Background and aims: Root and mycorrhizal fungal foraging in nutrient-rich patches is an energy-intensive process, and shifts in carbon (C) availability may affect foraging strategies. We hypothesize that when trees are C limited, they will prioritize root and mycorrhizal hyphal growth in nutrient-rich soil patches. Methods: Apple (Malus domestica Borkh.) trees with fruit were compared to trees with fruit removed to investigate the effect of reproductive effort and associated shifts in belowground C availability on root and arbuscular mycorrhizal (AM) fungal growth in unfertilized soil and localized nitrogen (N)-rich patches (containing inorganic or organic nitrogen). Results: Across nutrient treatments, fruit removal enhanced root production compared to fruiting trees. In fruiting trees, about four times more roots proliferated in the inorganic-N patch than in unfertilized soil or the organic-N patch. However, in trees with fruit removal, root proliferation was similar among nutrient treatments. Arbuscular mycorrhizal extramatrical-hyphal biomass was not affected by fruit removal but was greater in the organic-N patch than the inorganic-N patch or unfertilized soil. Fruit removal and N addition had modest effects on AM fungal colonization of apple roots and no effect on non-mycorrhizal fungal colonization. Conclusions: Root and AM foraging for nutrients should be considered in the context of C availability. Apple trees may manipulate root foraging more than AM fungal foraging when C belowground is constrained.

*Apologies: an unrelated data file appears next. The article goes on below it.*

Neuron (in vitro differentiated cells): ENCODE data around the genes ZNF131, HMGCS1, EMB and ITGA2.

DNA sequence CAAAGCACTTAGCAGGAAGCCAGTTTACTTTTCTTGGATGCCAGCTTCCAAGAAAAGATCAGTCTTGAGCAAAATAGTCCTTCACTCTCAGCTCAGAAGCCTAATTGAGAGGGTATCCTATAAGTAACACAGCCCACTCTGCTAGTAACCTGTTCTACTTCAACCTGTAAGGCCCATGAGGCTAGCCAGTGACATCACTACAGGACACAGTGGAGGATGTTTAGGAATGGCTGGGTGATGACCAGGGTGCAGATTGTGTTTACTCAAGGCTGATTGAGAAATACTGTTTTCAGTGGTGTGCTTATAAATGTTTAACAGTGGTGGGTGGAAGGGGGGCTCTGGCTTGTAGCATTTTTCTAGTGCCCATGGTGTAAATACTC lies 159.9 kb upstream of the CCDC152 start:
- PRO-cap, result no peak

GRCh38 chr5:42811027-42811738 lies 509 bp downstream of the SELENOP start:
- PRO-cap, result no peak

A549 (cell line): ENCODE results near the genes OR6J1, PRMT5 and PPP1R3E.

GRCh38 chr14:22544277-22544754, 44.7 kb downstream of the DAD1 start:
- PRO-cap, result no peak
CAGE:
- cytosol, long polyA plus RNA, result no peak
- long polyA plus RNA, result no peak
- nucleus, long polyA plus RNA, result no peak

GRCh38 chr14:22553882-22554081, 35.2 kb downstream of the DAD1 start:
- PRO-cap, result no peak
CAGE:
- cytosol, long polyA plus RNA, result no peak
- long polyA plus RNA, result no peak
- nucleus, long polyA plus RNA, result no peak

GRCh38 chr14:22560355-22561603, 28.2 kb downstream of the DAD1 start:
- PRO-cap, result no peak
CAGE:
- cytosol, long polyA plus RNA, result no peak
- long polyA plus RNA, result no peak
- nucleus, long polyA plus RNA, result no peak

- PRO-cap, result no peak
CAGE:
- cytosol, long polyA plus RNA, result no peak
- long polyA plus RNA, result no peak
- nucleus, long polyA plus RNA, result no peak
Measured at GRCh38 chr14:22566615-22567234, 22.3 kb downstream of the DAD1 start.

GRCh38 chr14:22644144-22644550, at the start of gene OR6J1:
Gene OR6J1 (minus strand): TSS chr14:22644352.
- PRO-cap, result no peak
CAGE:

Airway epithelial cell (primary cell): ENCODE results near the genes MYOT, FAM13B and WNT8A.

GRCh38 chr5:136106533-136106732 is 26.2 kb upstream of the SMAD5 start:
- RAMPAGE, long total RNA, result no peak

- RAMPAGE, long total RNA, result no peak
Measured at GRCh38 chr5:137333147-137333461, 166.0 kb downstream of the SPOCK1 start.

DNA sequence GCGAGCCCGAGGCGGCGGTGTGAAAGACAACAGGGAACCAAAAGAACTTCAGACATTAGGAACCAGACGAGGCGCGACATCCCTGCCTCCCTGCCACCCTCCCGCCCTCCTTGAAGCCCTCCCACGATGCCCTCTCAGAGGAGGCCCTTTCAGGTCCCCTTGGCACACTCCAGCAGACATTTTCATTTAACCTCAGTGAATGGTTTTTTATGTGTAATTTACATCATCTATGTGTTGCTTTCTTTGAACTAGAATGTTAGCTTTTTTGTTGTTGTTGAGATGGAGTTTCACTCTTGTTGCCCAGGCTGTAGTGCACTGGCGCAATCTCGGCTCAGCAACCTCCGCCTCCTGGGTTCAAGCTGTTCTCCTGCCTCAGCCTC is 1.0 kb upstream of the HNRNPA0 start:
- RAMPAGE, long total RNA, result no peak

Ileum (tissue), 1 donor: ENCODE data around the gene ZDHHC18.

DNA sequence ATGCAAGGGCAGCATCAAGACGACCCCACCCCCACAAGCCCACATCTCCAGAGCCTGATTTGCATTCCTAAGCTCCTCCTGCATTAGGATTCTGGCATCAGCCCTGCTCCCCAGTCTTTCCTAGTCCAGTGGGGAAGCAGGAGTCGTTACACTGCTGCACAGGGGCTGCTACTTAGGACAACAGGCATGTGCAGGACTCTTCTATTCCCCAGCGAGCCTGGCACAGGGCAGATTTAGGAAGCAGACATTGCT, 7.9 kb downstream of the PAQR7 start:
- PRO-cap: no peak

All Science Journal Classification (ASJC) codes
- Soil Science
- Plant Science